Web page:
DC Habitat for Humanity
Reflections On A Volunteer Experience
By Jerry Ellis, Jr.
DC Habitat for Humanity (DCHFH) is based in Washington, D.C., and the organization is just one of many local chapters HFH International has throughout the world. DCHFH sells homes to families who are ineligible for conventional financing. The organization provides eligible residents, 20- to 30-year mortgages at no interest, and no profit is made by the organization. Banks donate “seed money” to DCHFH, so that homes can be built at low cost. Prospective homeowners must contribute 300 hours of volunteer work before becoming eligible for home ownership. A portion of these volunteer hours (also know as “sweat equity”) must be from construction of their own home or other DCHFH homes and completed in a year. As of October 2004, DC Habitat has built 75 homes and renovated 75 low-income cooperative units in Washington, D.C. To achieve these goals, the organization relies on approximately 10,000-plus people who volunteer on the construction site throughout the year.
So, where does my journey begin with DCHFH? In September of 2004, a coworker introduced me to the organization. Initially, I became involved with the recycling committee. On that committee, we collected plastic bottles, scrap metal, and vinyl siding from the site and took the material to a recycling center, so that the construction area and neighborhood stay clean. Within a month of joining DCHFH, I decided to enter the family partnership program with a prospective homeowner. As a family partner, my primary responsibility was to support a single-mother of one young son, through the home-buying process, and help her complete those required 300 “sweat equity” hours. For a period of 9 months, I volunteered on the construction site on Saturday mornings. Sometimes I brought friends and colleagues from work with me to help build homes and I am grateful for their kind service to the organization. My experience has been life changing for me. I’ve been exposed to so many kind and giving people; and I have been truly inspired by the family partnership. I’ll never see life in the same way as I did prior to September 2004.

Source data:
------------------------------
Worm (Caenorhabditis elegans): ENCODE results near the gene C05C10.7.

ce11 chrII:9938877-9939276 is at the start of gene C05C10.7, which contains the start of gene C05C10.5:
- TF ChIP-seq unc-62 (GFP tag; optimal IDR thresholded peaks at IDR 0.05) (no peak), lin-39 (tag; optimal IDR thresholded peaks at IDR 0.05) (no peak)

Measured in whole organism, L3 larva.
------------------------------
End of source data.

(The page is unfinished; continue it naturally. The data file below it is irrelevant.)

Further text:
The History of Habitat For Humanity International
Habitat for Humanity International was founded by Millard and Linda Fuller in a small farming community near Americus, Georgia in 1976. The Fullers became very successful business owners in Alabama, earning millions of dollars annually, by their late twenties. However, they had life changing events that lead them to sell all their possessions, give their money to the poor and move to a Christian community called Koinonia Farm, located in the vicinity of Americus, Georgia. In this community, the Fullers found practical ways to apply Christ’s teachings and with the help of Clarence Jordan and others, the Fullers eventually founded Habitat for Humanity (HFH) International. The organization is dedicated to providing affordable housing to low-income people at zero percent interest (based on a biblical principle).
For more information about HFH International, please visit: http://www.habitat.org